(CN) – Florida’s Republican attorney general has appealed a recent court ruling that struck down parts of a state law prohibiting local governments from enacting firearm regulations, a week after she asked the state’s high court to reject a ballot measure aimed at banning assault weapons.
Attorney General Ashley Moody filed the notice of appeal on Tuesday night, four days after Leon County Circuit Court Judge Charles Dodson found the law’s penalties were unconstitutional.
Dodson’s 15-page ruling did not address the validity of the underlying preemption law — the Joe Carlucci Uniform Firearms Act of 1987 – but instead focused on a 2011 amendment to the statute that added penalties, including fining elected officials up to $5,000 and removing them from office.
In addition to the fine and removal from office, the amendment also allowed for officials to be sued personally and prohibited using public funds to defend those suits. Although the state claims preemption in all manner of local regulations, this is the only one that added such stiff penalties.
Though the preemption law has drawn criticism – and legal challenges – in the past, the mass shooting at Marjory Stoneman Douglas High School in Parkland last year renewed cities’ efforts to pass ordinances regulating guns. However, many municipalities backed down after threats of lawsuits from gun rights groups.
In 2018, 10 cities, mostly based in South Florida, sued the previous administration of former Governor Rick Scott and his cabinet over the law. After winning their elections in November, new Republican Governor Ron DeSantis and Moody continued to fight the suit on behalf of the state.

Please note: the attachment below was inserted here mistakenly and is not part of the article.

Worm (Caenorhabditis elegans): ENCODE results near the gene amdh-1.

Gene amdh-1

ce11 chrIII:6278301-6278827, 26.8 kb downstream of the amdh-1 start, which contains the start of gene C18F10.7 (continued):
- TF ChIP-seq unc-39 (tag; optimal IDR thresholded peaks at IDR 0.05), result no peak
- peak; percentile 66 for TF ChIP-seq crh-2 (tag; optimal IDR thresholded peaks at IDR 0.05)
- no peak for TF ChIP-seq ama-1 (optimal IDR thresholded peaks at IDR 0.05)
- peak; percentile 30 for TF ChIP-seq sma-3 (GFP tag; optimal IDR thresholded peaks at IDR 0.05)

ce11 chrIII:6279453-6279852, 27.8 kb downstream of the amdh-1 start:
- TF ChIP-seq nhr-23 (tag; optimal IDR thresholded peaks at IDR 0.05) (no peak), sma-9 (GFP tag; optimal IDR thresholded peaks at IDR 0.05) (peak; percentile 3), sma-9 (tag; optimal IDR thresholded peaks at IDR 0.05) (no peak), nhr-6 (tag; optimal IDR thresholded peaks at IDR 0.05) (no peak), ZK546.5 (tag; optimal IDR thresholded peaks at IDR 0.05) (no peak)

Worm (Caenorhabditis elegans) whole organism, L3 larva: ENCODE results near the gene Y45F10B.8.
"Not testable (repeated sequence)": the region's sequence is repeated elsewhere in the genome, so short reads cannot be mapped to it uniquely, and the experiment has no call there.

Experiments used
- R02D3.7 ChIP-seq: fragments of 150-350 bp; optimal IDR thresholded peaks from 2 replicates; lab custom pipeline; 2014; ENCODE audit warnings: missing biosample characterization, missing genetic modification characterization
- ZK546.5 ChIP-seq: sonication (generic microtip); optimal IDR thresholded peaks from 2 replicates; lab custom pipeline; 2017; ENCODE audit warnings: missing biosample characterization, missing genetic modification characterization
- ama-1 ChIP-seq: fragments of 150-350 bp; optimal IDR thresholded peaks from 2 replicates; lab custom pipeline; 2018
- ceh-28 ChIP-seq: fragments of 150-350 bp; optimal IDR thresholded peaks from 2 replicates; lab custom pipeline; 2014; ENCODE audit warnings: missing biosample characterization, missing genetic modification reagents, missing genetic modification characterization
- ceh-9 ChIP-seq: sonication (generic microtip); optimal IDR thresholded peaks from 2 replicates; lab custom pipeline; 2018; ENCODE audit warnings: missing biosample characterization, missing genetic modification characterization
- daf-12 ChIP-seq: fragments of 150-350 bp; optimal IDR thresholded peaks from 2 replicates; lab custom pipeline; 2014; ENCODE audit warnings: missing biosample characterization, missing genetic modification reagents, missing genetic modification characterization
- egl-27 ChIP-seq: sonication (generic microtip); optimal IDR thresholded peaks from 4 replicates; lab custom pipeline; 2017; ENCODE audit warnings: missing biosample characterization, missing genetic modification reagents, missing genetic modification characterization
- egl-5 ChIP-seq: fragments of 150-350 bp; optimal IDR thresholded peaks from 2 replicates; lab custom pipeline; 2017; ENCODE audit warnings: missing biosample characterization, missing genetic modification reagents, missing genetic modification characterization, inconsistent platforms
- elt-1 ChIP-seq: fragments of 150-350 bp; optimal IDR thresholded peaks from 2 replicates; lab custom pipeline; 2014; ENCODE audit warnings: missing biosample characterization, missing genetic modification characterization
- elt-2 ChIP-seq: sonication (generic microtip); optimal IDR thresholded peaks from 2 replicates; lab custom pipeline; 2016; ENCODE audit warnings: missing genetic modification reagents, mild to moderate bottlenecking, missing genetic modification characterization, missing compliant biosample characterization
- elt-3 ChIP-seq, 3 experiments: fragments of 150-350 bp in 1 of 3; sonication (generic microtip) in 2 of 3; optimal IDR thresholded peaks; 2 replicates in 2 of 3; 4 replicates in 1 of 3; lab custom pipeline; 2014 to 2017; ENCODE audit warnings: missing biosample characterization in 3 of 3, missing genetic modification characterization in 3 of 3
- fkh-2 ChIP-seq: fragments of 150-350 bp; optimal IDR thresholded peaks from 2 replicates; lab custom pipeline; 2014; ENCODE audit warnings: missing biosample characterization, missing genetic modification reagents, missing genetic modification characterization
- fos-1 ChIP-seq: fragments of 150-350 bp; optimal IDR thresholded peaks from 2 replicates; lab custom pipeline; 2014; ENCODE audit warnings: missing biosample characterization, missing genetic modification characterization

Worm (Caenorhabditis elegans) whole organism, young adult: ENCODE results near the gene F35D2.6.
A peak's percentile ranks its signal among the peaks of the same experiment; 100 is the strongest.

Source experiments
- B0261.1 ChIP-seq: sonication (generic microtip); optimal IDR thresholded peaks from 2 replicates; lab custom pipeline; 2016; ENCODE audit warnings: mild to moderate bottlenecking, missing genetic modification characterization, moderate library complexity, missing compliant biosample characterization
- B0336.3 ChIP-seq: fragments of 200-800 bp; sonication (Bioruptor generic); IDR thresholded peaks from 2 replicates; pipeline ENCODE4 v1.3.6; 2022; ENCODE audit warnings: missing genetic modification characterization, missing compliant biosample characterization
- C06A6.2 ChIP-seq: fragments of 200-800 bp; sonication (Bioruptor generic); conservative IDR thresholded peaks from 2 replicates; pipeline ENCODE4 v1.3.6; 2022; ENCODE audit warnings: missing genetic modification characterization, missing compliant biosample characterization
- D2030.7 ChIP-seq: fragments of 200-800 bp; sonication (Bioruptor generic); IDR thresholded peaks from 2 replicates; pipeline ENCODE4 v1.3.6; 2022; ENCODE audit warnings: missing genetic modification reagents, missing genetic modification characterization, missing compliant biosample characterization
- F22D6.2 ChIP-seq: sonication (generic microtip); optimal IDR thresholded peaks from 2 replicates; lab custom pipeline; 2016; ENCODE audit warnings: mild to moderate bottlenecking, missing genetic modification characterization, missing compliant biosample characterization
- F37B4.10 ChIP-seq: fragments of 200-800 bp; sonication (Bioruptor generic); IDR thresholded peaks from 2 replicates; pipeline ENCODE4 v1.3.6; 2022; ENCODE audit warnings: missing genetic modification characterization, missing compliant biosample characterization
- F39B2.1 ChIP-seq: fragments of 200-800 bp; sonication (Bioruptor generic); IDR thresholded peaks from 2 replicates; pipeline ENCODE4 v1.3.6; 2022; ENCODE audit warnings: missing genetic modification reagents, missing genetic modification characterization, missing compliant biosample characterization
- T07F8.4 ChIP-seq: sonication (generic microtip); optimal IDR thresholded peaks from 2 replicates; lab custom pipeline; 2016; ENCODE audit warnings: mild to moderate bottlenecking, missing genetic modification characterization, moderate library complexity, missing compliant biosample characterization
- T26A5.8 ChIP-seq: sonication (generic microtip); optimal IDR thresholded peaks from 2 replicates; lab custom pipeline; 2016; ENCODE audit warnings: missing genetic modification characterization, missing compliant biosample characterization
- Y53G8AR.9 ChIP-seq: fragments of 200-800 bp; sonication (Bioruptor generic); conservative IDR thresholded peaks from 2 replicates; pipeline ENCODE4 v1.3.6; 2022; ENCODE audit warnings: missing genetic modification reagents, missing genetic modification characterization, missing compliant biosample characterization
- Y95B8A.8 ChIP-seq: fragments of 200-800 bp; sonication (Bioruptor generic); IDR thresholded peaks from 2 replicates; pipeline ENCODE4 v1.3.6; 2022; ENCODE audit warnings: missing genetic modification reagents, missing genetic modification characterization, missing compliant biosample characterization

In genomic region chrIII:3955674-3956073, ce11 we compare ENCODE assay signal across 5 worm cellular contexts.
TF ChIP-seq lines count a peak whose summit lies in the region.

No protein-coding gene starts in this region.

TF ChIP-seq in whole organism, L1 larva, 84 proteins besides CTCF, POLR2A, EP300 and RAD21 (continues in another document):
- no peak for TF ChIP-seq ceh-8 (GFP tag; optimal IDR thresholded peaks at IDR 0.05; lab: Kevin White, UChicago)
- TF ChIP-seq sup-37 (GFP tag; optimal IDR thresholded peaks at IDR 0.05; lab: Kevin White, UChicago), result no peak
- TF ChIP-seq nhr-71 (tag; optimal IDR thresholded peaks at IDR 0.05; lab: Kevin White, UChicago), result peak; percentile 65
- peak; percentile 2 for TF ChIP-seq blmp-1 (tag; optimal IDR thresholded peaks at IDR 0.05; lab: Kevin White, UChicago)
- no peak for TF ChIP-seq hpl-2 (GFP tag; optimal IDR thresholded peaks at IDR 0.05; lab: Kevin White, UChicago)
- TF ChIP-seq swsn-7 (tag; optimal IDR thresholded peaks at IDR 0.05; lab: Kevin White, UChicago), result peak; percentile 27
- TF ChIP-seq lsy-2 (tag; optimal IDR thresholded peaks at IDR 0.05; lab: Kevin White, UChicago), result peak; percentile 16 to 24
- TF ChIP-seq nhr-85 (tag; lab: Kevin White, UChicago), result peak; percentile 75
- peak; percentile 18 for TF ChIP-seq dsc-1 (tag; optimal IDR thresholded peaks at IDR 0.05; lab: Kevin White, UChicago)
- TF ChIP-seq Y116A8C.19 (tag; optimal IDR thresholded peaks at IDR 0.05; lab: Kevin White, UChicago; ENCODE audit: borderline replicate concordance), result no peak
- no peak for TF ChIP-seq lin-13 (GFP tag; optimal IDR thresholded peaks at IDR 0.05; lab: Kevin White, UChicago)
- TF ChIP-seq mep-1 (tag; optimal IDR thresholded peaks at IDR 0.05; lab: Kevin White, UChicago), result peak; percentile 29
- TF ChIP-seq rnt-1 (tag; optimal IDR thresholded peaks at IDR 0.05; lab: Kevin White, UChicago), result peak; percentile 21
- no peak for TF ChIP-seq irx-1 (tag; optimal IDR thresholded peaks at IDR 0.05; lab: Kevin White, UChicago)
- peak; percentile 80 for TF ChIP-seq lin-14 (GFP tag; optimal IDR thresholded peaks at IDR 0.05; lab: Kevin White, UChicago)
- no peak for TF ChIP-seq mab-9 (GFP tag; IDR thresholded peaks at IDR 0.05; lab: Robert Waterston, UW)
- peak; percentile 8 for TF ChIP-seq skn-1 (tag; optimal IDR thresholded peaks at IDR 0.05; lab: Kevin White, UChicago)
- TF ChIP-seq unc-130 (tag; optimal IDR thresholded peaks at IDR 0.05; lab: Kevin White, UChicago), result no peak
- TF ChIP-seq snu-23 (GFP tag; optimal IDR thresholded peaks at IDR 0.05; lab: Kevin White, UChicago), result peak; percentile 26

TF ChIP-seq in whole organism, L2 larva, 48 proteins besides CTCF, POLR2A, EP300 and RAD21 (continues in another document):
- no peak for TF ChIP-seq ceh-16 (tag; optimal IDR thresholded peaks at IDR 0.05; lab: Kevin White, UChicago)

On Wednesday, Agricultural Commissioner Nikki Fried, a Democrat who was listed as one of the defendants after her predecessor left office, called on the state to drop the appeal.
“It’s time to stop wasting taxpayer time, money and resources with this appeal,” Fried told reporters. “Given the tragedies our communities have faced, they deserve the right to make those decisions for themselves without Tallahassee politicians getting in the way.”
Fried also directed the attorney general to remove her name from the appeal.
“When I was elected, I said the NRA’s influence on this office is over and I certainly won’t let them argue in court on my behalf,” she said, referring to the National Rifle Association.
A spokesperson for Moody’s office declined to comment due to the pending litigation.
One of the plaintiffs in the case, state Representative Dan Daley, said he was not surprised by the appeal.
“It simply shows the NRA has more influence than the 412 municipalities that make up this great state,” said Daley, who previously served as a city commissioner in Coral Springs when it passed zoning regulations prohibiting gun stores near schools.
In a letter to NRA members, lobbyist Marion Hammer said Judge Dodson’s ruling gave “rogue, anti-gun government officials a ‘get-out-jail-free card.'”
“This ruling is like a parent telling an underage teenager, you are forbidden to smoke, drink alcohol, or do drugs — but don’t worry, if you disobey me and do it anyhow, I won’t punish you,” she wrote.
The attorney general’s appeal comes on the heels of another challenge to the state’s gun laws. Ban Assault Weapons Now, a Miami-based gun control advocacy group, has gathered nearly 100,000 signatures for a 2020 ballot initiative that would prohibit the possession of semiautomatic rifles and shotguns capable of holding more than 10 rounds of ammunition at once.
Last week, Moody filed a petition with the Florida Supreme Court opposing the ballot measure.